The non-binding nature of the Guidelines precludes the Committee from acting as a judicial or quasi-judicial body. Nor should the findings or statements made by a National Contact Point (other than interpretations of the Guidelines) be questioned through a referral to the Committee.
What role do business, labour and civil society representatives play?
As the Guidelines are addressed to enterprises, business, labour and civil society input is especially important. The Investment Committee regularly consults with the Business and Industry Advisory Committee (BIAC), the Trade Union Advisory Committee (TUAC) and OECD Watch, an international network of civil society organisations, on matters relating to the Guidelines and on other issues concerning international investment and multinational enterprises.
BIAC, TUAC and OECD Watch may request consultations with the National Contact Points on issues related to the Guidelines. They can also raise such issues directly with the Investment Committee. In addition, they are responsible for informing their member federations about developments in the Guidelines and for seeking their members' inputs in Guidelines implementation procedures. They may also participate in promotional activities organised by the National Contact Points or by the Committee on a national, regional or multilateral basis.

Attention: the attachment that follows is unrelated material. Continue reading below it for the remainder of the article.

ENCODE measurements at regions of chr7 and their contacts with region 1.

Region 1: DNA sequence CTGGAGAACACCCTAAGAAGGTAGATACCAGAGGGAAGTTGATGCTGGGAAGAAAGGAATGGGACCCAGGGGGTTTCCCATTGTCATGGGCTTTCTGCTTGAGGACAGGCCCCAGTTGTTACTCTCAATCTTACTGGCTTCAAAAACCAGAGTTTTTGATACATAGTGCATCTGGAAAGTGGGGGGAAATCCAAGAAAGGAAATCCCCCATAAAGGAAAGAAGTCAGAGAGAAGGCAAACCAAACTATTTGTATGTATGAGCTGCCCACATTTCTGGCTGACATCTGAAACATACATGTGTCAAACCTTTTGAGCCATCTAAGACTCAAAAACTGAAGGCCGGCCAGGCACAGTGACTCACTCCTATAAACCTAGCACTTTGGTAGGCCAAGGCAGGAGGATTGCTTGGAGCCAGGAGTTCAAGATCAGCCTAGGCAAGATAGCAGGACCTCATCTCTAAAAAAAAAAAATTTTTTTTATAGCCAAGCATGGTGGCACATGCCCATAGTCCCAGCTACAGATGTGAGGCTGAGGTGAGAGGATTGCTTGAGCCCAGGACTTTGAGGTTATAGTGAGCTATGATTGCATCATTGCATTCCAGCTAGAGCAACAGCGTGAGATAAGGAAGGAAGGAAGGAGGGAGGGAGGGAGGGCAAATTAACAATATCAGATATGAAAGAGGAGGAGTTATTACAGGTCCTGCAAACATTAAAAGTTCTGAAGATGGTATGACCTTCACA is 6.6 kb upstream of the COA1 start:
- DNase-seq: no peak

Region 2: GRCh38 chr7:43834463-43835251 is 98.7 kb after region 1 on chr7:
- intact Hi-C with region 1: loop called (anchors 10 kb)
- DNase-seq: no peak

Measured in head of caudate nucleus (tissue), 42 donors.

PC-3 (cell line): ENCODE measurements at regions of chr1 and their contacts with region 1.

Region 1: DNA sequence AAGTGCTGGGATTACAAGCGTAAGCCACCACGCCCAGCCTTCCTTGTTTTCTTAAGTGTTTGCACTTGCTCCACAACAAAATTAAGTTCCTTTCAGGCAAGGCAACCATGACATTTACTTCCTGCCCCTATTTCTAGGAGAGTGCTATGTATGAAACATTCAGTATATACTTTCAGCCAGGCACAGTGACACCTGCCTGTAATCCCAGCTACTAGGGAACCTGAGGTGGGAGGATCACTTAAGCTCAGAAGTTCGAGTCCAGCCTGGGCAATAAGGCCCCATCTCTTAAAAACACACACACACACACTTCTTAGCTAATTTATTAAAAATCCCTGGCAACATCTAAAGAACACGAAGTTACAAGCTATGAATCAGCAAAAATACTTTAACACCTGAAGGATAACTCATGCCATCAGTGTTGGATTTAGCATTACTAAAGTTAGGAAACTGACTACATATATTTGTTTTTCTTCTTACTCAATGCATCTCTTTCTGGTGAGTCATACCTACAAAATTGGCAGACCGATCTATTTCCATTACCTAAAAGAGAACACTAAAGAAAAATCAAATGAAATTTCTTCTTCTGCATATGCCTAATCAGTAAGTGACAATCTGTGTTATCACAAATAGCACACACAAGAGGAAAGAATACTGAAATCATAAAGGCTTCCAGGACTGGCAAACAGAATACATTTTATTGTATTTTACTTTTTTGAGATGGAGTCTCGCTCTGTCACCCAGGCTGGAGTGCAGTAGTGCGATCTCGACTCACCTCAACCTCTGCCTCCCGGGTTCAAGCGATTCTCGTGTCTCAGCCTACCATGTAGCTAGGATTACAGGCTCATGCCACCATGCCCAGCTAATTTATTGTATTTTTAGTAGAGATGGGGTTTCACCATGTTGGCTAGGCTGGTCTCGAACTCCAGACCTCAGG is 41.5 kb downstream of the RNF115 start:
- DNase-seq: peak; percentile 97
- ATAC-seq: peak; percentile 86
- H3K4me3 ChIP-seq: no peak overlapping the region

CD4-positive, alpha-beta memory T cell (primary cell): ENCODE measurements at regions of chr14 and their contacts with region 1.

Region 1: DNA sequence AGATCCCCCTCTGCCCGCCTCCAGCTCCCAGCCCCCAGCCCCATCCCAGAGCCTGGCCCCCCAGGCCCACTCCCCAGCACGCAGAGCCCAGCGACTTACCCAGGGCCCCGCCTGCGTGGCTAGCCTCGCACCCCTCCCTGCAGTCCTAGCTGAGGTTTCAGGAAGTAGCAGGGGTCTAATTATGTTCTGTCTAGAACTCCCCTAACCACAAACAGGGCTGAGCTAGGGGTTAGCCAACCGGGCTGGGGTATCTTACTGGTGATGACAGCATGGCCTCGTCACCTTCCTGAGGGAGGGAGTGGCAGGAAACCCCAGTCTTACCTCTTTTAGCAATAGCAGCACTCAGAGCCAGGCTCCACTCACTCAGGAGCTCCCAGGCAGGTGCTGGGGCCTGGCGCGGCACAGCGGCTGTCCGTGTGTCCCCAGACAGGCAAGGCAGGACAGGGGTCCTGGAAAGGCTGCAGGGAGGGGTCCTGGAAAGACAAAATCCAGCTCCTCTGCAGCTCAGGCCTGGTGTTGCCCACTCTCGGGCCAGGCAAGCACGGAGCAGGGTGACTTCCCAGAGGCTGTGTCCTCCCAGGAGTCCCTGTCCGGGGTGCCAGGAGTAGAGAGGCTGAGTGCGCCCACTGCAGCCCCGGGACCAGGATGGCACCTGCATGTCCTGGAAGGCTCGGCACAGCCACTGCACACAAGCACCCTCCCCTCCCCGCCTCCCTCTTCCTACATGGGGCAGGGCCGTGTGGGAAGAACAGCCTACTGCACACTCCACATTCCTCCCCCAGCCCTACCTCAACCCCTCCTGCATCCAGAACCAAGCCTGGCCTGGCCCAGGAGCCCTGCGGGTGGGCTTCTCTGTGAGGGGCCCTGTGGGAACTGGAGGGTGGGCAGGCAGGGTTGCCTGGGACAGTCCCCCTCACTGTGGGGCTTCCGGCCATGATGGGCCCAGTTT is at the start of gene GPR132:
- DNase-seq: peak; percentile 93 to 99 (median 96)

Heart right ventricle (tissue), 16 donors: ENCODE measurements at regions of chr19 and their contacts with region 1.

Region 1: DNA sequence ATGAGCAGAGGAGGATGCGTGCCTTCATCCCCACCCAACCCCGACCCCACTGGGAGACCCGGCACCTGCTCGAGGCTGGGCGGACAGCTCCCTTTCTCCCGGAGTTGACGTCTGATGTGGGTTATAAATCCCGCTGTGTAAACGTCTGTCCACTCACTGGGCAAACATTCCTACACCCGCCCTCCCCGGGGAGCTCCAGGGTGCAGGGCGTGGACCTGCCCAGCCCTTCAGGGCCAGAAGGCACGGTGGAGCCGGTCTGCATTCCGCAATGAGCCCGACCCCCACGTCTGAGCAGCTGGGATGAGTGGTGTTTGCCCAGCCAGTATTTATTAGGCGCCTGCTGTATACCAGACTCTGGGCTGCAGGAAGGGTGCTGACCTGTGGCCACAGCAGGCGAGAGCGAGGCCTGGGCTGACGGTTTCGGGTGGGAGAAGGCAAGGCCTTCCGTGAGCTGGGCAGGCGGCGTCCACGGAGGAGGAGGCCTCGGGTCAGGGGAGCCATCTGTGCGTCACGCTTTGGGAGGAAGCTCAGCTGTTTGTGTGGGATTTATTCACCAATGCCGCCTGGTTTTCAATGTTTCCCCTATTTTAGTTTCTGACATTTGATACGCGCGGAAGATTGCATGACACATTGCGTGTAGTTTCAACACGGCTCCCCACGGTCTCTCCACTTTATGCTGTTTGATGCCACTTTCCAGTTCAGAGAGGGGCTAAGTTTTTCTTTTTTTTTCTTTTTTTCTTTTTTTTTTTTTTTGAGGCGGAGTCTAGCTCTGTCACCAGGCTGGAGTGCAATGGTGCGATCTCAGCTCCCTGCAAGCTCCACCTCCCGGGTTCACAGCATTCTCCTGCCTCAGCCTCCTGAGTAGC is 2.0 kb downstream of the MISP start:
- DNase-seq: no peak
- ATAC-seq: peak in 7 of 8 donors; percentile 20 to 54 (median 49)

In addition, they actively participate in various other OECD activities on foreign direct investment, and comment on papers and studies on foreign direct investment, as well as participate in other OECD programmes of interest to them.
What part do non-governmental organisations play?
Non-governmental organisations (NGOs) were first involved in the Guidelines process on the occasion of the 2000 Review of the Guidelines. As provided in the Procedural Guidance of the Council Decision on the Guidelines, NGOs may request consultations with the National Contact Points on issues related to the Guidelines. They may also participate in promotional activities organised by the National Contact Points or by the Committee on a national, regional or multilateral basis.
How are the Guidelines implemented?
The OECD Council Decision and Procedural Guidance describe the various manners by which the governments of Adhering countries have agreed to promote the implementation of the Guidelines by enterprises operating in or from their territory.
How are information and promotion carried out?